Wednesday, 4 August 2010


In a number of countries facing public deficits / budget consolidation independent reports have  been key to inform and shape the debate around how cuts can be implemented.  The NICVA sponsored report, Cutting Carefully, is of that mould.  However, its focus is upon the broad parameters of the cuts rather than a significant amount of policy detail. 

The Scottish 'Government' have followed that model.  They commissioned an Independent Budget Review to provide a menu of policy options to implement the anticipated cuts from the outworking of the emergency budget with the Comprehensive Spending Review.  It recently produced its full report (pdf file) with 174 pages of detail.  Below the fold is the summary of the key policy options/recommendations.  They give greater insight into what will be the options for Northern Ireland's executive:

" These options include consideration of:
• subjecting all services to scrutiny and comparative prioritisation, without an overriding presumption of protection for any of the major services;
• discontinuing the current council tax freeze, which does not appear sustainable in the projected economic environment;
• ensuring that future annual efficiency targets across the public sector are no less than 2 per cent per annum;
• further reducing the number of public bodies;
• applying a two-year pay freeze, from 2011-12, as the first essential step to constrain growth in the public sector pay bill;
• immediately implementing a recruitment freeze across the public sector, with exceptions only granted for essential staff posts;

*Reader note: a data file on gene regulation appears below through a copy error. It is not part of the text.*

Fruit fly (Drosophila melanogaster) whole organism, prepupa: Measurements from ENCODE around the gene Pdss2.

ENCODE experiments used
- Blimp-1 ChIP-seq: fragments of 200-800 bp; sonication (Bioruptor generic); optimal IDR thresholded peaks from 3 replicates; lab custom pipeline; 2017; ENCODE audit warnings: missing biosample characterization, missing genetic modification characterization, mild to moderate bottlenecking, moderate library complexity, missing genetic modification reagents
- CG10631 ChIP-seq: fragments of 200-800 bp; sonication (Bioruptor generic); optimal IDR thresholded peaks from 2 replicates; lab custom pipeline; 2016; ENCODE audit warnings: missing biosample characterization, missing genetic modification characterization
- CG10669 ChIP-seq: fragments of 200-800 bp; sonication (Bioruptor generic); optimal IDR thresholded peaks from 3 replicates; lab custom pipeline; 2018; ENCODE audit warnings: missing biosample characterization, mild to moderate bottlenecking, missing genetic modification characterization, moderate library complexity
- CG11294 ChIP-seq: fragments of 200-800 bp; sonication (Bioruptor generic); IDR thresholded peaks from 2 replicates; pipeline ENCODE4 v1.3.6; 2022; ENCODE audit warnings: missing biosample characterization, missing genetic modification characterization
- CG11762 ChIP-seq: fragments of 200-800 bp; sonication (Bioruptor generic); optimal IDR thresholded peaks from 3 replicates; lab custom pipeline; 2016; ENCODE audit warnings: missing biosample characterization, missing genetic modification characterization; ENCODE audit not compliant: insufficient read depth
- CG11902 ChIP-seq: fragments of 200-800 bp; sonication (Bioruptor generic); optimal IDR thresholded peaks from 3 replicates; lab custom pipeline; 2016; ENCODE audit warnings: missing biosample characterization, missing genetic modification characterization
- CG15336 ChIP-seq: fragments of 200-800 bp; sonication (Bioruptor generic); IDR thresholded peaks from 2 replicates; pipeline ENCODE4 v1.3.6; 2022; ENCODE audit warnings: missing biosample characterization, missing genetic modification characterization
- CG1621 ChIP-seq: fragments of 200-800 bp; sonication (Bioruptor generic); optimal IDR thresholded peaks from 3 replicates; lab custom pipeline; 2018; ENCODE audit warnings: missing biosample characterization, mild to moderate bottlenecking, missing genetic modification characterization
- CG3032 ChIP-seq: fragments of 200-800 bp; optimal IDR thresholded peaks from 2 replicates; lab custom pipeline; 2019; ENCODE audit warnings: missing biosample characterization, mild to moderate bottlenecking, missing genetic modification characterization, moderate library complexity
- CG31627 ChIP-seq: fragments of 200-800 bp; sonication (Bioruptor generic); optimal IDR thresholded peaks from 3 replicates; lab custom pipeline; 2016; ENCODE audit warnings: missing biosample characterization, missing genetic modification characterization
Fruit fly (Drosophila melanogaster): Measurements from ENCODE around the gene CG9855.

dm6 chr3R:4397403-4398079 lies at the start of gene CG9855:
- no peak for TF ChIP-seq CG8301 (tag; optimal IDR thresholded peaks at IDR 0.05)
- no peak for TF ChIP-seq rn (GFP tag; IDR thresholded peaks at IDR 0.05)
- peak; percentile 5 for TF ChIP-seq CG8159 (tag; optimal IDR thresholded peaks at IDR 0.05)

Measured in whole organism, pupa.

• managing a fall in public sector employment of between approximately 5.7 per cent and 10 per cent by 2014-15, as far as possible through natural wastage;
• reviewing the NHS Distinction Awards scheme, as part of the Fair Pay Review;
• engaging with the Independent Public Services Pension Commission to review public sector pensions, recognising that changes to current public sector pension arrangements are essential and almost certainly unavoidable;
• undertaking immediate work to review whether all free or subsidised universal services should be retained in their current form, including reviewing eligibility criteria for concessionary travel and free NHS eye examinations, reviewing future arrangements for free personal and nursing care and considering the suspension of the final stage in the planned reduction in prescription charges;
• whether to maintain the current funding arrangements for higher education in Scotland or to implement a scheme similar to that in England, such as tuition fees, or other arrangements such as graduate contributions, taking into account the outcome of the Browne Review;
• revising and building on the role of the Scottish Futures Trust;
• exploring options for changing the status of Scottish Water, possibly to that of a public interest company, which could permit the release of significant capital to the Scottish Government for other projects; and
• developing a longer term strategic view of the future shape and nature of public services."


Frank said...

Cut the EU budget?

Lee said...

It'd help but still come nowhere near to filling the hole